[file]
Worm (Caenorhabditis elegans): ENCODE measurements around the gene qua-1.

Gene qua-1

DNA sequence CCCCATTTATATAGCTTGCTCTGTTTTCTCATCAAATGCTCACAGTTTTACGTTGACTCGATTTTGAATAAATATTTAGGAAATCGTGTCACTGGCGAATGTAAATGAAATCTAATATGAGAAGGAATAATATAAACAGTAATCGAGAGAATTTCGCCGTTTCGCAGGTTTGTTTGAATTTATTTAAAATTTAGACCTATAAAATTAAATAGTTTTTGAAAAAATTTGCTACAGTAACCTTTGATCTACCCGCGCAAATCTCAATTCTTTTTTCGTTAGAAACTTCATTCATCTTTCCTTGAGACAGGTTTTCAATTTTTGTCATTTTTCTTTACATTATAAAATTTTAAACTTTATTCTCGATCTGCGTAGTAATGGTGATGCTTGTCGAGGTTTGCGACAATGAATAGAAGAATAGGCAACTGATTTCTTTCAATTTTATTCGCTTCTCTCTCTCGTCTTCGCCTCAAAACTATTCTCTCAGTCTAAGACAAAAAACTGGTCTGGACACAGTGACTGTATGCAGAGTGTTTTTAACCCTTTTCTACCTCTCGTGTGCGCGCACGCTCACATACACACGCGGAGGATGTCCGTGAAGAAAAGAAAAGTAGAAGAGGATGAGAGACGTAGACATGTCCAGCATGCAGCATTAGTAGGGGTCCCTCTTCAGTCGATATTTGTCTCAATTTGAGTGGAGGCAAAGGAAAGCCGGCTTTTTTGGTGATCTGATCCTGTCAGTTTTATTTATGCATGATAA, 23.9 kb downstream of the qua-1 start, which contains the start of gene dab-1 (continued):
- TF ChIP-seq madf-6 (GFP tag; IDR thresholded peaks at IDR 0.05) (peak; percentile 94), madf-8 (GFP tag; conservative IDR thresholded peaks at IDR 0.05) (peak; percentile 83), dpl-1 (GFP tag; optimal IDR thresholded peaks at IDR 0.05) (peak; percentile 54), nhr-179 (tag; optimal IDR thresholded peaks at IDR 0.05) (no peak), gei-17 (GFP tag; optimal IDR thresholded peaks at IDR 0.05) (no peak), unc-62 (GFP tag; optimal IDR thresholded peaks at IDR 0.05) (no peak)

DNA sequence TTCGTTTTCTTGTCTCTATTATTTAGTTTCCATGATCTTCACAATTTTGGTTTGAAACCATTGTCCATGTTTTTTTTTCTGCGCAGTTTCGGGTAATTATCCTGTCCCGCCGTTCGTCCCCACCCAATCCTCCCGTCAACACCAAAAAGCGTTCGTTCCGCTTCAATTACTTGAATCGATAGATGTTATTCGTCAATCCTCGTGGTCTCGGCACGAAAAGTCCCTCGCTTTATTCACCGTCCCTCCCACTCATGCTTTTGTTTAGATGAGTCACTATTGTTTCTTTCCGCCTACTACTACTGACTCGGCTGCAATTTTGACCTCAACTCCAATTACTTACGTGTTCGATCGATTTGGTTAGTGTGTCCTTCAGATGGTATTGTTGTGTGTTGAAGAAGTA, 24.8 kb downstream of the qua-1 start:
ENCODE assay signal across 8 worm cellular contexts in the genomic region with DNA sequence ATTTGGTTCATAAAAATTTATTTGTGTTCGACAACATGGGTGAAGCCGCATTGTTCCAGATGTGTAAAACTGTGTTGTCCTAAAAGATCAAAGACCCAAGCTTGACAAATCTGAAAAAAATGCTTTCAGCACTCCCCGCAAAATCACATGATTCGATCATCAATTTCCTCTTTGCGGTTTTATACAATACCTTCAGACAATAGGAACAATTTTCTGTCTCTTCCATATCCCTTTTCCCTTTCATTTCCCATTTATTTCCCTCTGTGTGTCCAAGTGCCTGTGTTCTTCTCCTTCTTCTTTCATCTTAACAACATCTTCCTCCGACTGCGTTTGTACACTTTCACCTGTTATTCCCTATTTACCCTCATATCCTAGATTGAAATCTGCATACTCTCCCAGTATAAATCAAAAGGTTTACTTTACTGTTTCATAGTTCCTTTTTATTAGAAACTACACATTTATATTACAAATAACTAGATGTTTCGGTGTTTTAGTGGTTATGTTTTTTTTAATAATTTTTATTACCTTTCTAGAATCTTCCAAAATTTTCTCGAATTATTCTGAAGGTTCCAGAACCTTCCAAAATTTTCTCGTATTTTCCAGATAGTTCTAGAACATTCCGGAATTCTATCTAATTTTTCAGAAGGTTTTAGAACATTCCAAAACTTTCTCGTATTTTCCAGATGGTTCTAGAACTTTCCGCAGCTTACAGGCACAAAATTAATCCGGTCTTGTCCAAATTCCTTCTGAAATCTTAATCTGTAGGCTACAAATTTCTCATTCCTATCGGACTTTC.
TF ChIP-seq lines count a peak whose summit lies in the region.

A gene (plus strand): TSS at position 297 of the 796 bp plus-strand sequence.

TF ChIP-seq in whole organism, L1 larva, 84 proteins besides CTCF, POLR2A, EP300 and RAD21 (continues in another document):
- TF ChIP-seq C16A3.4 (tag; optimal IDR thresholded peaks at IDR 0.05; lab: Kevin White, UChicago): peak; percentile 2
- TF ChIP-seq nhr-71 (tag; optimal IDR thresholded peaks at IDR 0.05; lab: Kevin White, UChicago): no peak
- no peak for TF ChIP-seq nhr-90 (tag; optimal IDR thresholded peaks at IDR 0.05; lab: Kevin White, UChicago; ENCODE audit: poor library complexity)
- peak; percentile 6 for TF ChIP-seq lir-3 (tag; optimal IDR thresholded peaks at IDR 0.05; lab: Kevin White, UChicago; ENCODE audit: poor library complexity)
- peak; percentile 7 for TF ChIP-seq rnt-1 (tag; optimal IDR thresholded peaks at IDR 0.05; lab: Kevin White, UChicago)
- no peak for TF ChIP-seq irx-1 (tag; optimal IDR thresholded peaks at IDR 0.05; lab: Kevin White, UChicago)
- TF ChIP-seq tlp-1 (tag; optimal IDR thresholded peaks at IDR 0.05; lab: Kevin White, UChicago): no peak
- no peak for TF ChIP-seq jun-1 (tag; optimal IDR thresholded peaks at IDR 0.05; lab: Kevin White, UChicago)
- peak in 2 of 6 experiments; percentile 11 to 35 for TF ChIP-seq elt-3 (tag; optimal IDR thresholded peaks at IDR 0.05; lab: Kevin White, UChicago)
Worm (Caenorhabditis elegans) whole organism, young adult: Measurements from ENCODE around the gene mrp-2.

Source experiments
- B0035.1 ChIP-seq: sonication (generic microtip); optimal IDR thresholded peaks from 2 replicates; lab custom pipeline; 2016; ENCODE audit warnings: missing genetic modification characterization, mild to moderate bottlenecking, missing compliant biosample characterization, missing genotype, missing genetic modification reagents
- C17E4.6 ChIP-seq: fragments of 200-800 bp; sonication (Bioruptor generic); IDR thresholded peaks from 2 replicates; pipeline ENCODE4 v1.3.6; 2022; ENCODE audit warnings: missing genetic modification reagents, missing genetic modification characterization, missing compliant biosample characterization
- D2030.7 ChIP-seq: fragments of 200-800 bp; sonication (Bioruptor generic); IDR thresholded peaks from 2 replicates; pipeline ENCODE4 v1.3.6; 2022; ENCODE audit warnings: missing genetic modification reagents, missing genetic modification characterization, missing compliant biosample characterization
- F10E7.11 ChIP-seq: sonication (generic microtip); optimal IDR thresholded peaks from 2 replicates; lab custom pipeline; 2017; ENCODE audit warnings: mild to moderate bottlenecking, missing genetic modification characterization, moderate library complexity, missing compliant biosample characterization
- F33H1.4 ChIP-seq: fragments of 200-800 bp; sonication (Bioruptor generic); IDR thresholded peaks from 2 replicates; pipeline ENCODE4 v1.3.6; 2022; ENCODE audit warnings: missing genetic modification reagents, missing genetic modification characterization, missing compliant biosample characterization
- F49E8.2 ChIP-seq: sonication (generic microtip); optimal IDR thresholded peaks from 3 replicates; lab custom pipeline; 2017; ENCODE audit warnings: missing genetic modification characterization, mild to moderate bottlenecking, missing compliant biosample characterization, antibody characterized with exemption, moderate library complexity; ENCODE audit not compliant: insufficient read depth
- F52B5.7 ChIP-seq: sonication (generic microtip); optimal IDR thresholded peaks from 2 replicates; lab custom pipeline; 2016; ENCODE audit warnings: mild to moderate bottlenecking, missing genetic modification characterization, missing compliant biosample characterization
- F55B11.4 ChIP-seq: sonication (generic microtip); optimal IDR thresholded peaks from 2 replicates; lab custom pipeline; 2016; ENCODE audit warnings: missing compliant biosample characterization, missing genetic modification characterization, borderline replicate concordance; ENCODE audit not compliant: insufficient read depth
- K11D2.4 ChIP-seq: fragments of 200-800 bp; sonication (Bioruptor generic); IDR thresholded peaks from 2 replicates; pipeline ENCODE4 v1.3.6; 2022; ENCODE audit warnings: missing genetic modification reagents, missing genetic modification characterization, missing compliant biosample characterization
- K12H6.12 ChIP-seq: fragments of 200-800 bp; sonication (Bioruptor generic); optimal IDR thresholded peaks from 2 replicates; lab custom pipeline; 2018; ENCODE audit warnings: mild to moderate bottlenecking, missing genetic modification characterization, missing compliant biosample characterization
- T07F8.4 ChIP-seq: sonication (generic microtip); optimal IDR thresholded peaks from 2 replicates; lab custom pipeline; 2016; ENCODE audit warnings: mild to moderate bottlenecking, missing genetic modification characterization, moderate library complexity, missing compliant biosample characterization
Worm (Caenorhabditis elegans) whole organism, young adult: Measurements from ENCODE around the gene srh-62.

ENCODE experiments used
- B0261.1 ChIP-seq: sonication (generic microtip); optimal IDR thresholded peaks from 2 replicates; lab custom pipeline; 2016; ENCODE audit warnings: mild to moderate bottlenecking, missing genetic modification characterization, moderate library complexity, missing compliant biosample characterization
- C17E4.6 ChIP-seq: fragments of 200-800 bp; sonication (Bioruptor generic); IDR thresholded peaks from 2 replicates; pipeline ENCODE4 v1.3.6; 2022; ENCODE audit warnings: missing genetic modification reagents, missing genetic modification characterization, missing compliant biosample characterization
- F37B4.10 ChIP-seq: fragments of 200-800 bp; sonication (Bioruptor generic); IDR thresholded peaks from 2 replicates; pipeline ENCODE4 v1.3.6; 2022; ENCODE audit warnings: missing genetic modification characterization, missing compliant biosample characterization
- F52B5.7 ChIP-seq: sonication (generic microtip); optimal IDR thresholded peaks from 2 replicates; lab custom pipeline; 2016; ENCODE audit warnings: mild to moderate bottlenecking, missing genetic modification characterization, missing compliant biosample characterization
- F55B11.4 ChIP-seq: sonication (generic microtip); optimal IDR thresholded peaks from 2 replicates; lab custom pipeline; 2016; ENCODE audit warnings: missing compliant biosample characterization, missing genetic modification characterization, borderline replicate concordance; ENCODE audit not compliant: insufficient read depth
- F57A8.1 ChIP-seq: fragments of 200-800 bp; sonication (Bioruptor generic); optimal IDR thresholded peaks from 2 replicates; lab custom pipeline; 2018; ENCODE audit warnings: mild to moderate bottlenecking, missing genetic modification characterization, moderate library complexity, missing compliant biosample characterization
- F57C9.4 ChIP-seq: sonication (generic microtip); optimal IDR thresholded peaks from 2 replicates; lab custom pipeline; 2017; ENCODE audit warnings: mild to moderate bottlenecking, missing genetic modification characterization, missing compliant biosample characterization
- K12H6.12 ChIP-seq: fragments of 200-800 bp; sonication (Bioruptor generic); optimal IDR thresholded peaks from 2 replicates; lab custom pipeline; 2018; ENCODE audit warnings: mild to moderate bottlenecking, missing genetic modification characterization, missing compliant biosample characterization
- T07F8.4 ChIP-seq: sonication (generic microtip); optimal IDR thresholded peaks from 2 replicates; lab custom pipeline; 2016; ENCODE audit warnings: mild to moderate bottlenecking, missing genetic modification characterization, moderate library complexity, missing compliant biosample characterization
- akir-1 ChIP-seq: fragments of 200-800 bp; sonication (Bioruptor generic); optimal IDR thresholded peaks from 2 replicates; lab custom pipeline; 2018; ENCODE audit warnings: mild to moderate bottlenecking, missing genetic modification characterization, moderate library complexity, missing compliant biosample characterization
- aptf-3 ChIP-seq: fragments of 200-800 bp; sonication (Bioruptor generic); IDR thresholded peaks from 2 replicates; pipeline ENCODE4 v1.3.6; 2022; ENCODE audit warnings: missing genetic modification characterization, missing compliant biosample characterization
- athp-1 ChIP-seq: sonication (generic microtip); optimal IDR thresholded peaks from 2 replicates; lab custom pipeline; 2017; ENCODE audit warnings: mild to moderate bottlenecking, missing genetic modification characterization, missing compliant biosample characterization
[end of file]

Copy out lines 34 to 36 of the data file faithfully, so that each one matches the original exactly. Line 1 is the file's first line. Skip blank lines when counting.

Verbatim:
- B0261.1 ChIP-seq: sonication (generic microtip); optimal IDR thresholded peaks from 2 replicates; lab custom pipeline; 2016; ENCODE audit warnings: mild to moderate bottlenecking, missing genetic modification characterization, moderate library complexity, missing compliant biosample characterization
- C17E4.6 ChIP-seq: fragments of 200-800 bp; sonication (Bioruptor generic); IDR thresholded peaks from 2 replicates; pipeline ENCODE4 v1.3.6; 2022; ENCODE audit warnings: missing genetic modification reagents, missing genetic modification characterization, missing compliant biosample characterization
- F37B4.10 ChIP-seq: fragments of 200-800 bp; sonication (Bioruptor generic); IDR thresholded peaks from 2 replicates; pipeline ENCODE4 v1.3.6; 2022; ENCODE audit warnings: missing genetic modification characterization, missing compliant biosample characterization